Headless CMS

When the subject of headless comes up, it’s usually within the context of ecommerce. Specifically, it’s usually around how headless solutions (e.g. products with decoupled front- and backends) are the longer term of omnichannel experiences.

But there’s another side to headless: content.

Today, we’re getting to talk through headless CMSs, and the way they will power web and mobile applications.


The Problem

The problem with web and mobile apps for an extended time has been that they’re disconnected. The rationale you disconnect them is because the functionality and content you would like for each is exclusive, so to deliver the simplest experience, you would like to take care of two, disparate solutions.

For example, on an internet application selling shoes, you would possibly have high res photos of your products, alongside 360° 3D product views. These are cool, but require an outsized screen and a robust internet connection to figure.

In contrast, an equivalent store selling equivalent shoes on your mobile app may need much smaller photos (since it’s a smaller screen) and no 360° 3D product view, since it’s a compromised experience on mobile.

But this easy reality results in an entire mess of inconvenience:

  • You have to take care of two points of integration for each backend system
  • Your systems will inevitably fall out of sync
  • Coding and programming takes twice as long
  • Marketing and frontend execution takes twice as many resources

The standard solution was to easily maintain two systems and two teams — all liable for wiring and building the proper content for the proper experience at the proper time, in line with the unique aspects of their mobile or web application.

And while this works, it’s not an excellent fix.


The Headless Solution

Enter the headless CMS. A Headless CMS takes an equivalent general approach as headless ecommerce — you’ve got one content management system, an API layer, then all of your web and mobile applications. 

Your various application developers build whatever frontend experience they need, then fire API calls to programmatically usher in the content they need. 

It means there’s a real single source of truth for content, which then finishes up filtered through all of your various channels in a way that suits each individual one.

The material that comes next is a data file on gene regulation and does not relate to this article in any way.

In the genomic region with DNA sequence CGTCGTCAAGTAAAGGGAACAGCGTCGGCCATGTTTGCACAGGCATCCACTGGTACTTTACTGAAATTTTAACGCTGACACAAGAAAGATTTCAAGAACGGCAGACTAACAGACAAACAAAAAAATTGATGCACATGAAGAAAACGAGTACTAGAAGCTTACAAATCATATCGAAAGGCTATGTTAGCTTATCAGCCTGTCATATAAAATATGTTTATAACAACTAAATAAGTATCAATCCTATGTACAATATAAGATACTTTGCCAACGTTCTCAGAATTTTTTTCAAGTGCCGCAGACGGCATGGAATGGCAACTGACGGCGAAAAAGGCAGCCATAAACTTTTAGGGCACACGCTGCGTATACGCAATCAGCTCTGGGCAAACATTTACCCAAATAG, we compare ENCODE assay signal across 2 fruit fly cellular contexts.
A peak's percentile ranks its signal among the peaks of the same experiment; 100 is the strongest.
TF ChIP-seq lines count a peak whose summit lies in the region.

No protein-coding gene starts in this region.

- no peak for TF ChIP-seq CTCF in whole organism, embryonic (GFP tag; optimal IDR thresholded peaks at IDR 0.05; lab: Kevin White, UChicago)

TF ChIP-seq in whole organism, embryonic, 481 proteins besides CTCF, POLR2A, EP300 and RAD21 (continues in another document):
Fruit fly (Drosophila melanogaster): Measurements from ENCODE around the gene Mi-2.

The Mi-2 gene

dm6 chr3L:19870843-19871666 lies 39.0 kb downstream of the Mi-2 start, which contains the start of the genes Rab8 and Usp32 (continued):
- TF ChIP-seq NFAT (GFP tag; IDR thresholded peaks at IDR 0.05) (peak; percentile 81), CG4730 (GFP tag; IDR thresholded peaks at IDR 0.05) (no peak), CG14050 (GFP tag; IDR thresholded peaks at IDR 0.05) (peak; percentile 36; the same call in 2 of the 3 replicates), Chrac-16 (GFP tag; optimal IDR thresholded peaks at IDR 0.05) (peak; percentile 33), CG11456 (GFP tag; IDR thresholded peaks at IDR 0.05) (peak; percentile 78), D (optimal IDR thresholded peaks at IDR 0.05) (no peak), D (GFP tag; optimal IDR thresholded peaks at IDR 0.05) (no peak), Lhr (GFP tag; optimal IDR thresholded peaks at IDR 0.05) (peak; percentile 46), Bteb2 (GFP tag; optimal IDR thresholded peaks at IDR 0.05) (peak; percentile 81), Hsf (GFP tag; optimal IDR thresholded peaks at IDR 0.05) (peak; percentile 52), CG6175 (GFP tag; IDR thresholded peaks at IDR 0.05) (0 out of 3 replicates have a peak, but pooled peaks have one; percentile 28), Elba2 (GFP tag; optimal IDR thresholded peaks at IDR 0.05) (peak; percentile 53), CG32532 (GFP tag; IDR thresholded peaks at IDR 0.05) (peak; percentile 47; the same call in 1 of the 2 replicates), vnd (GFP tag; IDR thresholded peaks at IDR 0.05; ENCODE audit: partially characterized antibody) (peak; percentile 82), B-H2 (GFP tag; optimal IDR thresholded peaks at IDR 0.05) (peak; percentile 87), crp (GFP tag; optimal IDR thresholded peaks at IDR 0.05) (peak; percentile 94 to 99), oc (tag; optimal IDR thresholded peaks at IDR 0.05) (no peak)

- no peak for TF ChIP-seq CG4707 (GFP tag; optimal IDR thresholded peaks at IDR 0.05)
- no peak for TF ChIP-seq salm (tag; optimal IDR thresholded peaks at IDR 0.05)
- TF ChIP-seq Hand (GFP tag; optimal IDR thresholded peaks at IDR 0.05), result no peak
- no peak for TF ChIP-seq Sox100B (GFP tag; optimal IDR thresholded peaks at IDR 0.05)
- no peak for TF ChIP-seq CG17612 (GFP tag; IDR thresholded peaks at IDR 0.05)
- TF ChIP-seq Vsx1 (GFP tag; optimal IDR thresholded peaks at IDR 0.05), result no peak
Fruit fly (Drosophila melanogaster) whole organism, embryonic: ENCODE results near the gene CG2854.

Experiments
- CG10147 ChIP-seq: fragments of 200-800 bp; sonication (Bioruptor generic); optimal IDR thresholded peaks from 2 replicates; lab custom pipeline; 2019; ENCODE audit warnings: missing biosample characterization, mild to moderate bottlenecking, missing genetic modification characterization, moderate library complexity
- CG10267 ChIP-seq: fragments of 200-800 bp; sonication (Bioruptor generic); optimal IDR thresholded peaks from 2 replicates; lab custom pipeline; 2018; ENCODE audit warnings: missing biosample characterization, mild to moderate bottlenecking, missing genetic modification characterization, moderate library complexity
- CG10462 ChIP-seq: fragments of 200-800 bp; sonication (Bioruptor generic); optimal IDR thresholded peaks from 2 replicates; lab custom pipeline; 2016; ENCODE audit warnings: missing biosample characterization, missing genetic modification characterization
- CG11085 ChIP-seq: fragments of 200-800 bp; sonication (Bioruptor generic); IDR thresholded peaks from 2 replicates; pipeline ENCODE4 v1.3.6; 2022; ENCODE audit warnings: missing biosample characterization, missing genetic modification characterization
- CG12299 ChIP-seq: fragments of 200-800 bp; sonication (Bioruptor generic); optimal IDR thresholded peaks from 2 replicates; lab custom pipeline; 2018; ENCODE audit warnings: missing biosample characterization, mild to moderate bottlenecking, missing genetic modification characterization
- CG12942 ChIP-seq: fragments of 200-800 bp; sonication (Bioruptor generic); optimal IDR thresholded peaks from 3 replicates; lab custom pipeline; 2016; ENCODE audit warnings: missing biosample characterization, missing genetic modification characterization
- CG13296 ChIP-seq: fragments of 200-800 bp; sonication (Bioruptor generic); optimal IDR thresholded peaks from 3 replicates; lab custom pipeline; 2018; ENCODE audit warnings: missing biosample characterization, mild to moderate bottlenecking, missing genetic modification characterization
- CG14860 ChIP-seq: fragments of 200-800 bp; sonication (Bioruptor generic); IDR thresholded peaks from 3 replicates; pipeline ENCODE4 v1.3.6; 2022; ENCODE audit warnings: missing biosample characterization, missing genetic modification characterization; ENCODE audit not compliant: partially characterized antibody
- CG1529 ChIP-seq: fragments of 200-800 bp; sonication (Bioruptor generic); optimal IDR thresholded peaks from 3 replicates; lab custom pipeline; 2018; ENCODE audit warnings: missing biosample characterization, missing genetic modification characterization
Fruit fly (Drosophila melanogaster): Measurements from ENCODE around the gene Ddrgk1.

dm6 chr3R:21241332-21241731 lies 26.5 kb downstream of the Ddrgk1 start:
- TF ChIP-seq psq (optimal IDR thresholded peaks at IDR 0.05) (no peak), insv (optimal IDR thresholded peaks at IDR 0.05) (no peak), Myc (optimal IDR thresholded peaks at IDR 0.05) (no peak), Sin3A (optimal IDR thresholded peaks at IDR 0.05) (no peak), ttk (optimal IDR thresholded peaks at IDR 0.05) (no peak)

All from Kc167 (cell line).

And this design comes with tons of perks.


Streamlined content management

For starters this technique massively streamlines content management because there’s only ever one thing to update. 

Let’s return to our shoe example. Let’s say that you simply want to market a selected sort of shoe across all of your channels during a flash 48 hour sale. 

A traditional approach would have every single promo panel updated manually on every device. 

A headless CMS solution would mean you’d simply build and tag your front promo slots as “promo” then, once you want to run a campaign, you only tag the corresponding content ONCE within the backend.

The API calls will register that it’s a special campaign, and distribute your content instantly across every device.

Now, let’s say there was an error . Let’s say the 48 hour sale is merely on the blue shoe, not all colours. instead of again updating everything manually, you’d just enter the CMS, the only source of truth, make your change there to be always blue, instead of all colours, and watch than change cascade out across your various applications as API calls fire.

Reduced content reproduction / easier version control

By maintaining all of your content during a single location, it’s far easier to reuse your content across different campaigns, channels, or applications, which successively reduces content creation costs and creates a more cohesive brand experience.

At an equivalent time, because all of your content is stored during a single location, it’s far easier to version control it as time goes on. 

For example, say you sell a variety of technical products, like washing machines. Keeping PDF manuals and user guides up so far is exhausting if they sleep in multiple places. At the time, if you don’t, you risk offering customers conflicting troubleshooting advice (which is bad).

With a headless CMS, there’s only ever one copy of a bit of content, so updating the core version must happen once, then that change is reflected everywhere, instantly.


Wrap Up

A headless CMS solves tons of problems. Yes, it’s more complex to create, and may require buy-in from the organization to rethink their approach to content production and distribution.